Why Irish administrative areas are so peculiar
One of the biggest problems facing newcomers to Irish research is the baffling, interconnected geographical system used both for registration of births, marriages and deaths, and for the 1901 and 1911 censuses. It has its origins in the workings of the Poor Law.
Any user of the “Browse” element of the National Archives census website has seen each county subdivided into peculiar areas called “District Electoral Divisions”. These were created on the introduction of the Irish Poor Law in 1838; local property-holders paid a tax to cover its cost and Victorian scruples dictated that the taxpayers should have representatives to decide how to spend that tax. God be with the days.
So DEDs were the miniature constituencies sub-divided out of each Poor Law Union area. The over-riding function of each DED was to represent a similar total property value, the reason for some of the weirdly unnatural areas they cover.
The story doesn’t end there. The Poor Law later became part of the rudimentary public health system, and in 1851 every Union was divided into Dispensary Districts, each comprising several DEDs and under the care of a local doctor. With the introduction of civil registration in 1864, these Dispensary Districts were then pressed into service as local Registrar’s districts.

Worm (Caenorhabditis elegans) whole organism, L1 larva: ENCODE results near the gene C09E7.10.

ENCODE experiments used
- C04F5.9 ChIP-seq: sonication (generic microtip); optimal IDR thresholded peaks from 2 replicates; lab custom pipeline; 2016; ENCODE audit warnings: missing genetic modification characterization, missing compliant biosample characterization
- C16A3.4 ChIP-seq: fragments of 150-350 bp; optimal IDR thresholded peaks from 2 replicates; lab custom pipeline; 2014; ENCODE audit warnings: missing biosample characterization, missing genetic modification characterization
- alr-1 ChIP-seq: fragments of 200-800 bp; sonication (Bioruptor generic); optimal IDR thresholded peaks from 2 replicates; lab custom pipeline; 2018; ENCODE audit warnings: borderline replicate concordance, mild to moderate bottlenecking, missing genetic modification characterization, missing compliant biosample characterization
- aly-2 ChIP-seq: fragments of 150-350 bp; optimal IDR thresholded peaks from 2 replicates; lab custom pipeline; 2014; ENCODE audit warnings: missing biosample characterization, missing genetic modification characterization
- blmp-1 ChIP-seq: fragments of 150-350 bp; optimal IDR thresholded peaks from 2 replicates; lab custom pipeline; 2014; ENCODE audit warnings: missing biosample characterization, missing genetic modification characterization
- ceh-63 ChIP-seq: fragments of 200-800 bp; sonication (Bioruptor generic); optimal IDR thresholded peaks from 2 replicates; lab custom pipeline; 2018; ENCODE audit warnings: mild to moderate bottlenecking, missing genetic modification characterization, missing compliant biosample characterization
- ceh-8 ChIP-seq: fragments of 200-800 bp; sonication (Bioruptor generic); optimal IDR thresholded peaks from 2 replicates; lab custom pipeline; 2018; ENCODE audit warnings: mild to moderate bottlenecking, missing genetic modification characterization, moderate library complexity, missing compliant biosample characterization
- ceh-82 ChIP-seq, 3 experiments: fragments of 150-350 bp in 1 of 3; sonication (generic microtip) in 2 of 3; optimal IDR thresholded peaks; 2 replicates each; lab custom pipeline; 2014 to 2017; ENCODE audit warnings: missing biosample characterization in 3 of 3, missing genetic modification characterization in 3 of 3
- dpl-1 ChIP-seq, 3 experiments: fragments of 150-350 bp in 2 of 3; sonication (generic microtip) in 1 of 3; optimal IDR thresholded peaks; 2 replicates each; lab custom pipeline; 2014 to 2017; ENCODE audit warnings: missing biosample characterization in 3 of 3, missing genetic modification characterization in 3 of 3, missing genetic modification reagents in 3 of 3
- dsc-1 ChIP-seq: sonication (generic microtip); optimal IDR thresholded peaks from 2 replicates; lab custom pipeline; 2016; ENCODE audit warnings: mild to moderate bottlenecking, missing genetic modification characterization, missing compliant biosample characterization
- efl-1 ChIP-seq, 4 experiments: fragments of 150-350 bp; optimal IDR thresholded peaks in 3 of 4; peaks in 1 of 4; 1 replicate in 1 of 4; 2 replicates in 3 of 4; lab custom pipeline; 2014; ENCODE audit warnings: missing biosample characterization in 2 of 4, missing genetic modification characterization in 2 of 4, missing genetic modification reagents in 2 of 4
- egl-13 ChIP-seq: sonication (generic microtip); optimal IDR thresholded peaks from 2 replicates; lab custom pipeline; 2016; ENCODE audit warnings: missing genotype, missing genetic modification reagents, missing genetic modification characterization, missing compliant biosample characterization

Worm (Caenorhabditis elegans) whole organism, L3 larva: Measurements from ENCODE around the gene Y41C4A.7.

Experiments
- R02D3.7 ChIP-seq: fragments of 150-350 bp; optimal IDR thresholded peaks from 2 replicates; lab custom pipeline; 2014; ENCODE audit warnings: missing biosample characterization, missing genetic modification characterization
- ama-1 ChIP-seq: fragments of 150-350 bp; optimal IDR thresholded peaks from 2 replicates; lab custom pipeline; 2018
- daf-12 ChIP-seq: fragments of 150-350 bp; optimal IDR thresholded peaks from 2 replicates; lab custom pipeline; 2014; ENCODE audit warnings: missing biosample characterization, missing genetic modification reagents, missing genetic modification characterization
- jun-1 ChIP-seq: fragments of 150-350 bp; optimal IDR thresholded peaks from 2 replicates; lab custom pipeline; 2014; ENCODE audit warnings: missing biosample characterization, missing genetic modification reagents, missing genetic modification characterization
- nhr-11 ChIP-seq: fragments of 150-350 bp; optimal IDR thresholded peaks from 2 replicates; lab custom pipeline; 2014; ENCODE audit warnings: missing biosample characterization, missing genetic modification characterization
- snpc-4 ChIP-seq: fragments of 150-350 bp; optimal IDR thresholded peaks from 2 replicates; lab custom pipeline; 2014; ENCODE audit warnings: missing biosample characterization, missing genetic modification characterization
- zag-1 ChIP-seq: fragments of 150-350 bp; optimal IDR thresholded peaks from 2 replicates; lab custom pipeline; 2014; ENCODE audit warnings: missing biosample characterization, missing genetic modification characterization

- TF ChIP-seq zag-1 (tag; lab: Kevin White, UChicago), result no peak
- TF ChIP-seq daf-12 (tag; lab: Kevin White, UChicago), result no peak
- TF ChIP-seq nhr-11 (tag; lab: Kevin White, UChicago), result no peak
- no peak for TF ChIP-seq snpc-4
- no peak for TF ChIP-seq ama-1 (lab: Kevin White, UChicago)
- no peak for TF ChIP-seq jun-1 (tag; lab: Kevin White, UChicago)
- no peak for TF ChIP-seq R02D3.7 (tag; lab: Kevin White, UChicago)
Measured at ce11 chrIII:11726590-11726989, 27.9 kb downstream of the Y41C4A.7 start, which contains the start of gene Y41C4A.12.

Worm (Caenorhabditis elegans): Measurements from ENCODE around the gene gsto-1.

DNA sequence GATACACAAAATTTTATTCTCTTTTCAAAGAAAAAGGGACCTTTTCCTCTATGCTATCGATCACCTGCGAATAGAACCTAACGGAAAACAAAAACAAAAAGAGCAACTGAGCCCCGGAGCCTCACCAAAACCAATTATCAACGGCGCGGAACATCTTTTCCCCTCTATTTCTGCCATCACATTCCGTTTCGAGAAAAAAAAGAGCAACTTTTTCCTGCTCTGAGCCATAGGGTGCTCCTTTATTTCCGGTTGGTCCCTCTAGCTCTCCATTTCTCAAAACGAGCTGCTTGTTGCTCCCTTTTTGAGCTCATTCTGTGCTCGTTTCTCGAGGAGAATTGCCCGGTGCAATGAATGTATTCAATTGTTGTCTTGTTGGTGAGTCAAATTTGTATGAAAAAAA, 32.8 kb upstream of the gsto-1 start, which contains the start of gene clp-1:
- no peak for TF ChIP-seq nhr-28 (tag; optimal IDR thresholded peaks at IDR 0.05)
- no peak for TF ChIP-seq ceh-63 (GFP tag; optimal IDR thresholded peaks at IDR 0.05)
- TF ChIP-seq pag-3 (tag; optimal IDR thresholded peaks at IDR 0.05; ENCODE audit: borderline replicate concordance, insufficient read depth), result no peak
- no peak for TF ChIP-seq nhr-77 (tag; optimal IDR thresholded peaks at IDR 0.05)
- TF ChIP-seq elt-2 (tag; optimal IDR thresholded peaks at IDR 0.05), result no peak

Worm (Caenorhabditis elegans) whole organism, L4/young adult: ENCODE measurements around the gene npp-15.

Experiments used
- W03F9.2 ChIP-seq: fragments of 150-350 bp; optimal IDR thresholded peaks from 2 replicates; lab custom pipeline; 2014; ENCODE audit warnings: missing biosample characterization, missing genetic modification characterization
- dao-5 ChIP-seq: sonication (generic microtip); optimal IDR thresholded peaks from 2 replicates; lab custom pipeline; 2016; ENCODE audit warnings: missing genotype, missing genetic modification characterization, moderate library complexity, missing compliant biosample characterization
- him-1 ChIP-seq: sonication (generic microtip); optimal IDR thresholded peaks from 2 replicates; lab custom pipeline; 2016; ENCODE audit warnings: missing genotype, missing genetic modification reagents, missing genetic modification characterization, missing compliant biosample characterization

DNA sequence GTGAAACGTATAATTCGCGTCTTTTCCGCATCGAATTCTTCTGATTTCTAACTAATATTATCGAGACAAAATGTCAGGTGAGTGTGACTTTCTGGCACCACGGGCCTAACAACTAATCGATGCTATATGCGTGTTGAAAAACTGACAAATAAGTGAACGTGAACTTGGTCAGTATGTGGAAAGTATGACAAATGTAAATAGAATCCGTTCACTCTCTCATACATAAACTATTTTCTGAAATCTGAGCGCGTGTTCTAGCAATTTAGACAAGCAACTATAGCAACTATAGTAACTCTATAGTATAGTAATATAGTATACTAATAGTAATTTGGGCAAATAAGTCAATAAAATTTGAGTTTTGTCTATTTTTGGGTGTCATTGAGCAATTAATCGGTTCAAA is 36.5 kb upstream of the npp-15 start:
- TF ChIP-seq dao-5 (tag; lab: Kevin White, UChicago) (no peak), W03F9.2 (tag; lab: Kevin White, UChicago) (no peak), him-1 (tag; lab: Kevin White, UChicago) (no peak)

The Registrar (generally the same local doctor) recorded all births, deaths and marriages in his area and passed them to his superior, the Superintendent Registrar, who was in charge of all the districts in his Poor Law Union. He made copies and passed them up to his own superior, the Registrar General in Dublin. Dublin then indexed them for the entire island, showing which Poor Law Union they came from. And these are the indexes still available in the GRO Research Room, transcribed on FamilySearch.org and soon to be available on irishgenealogy.ie .
Why go into all of this? On the Irish Ancestors website, we have just finished assembling listings of all of the place-names within each local Registrar’s district, the first time this has ever been done online. Have a look: bit.ly/1tnEP8W .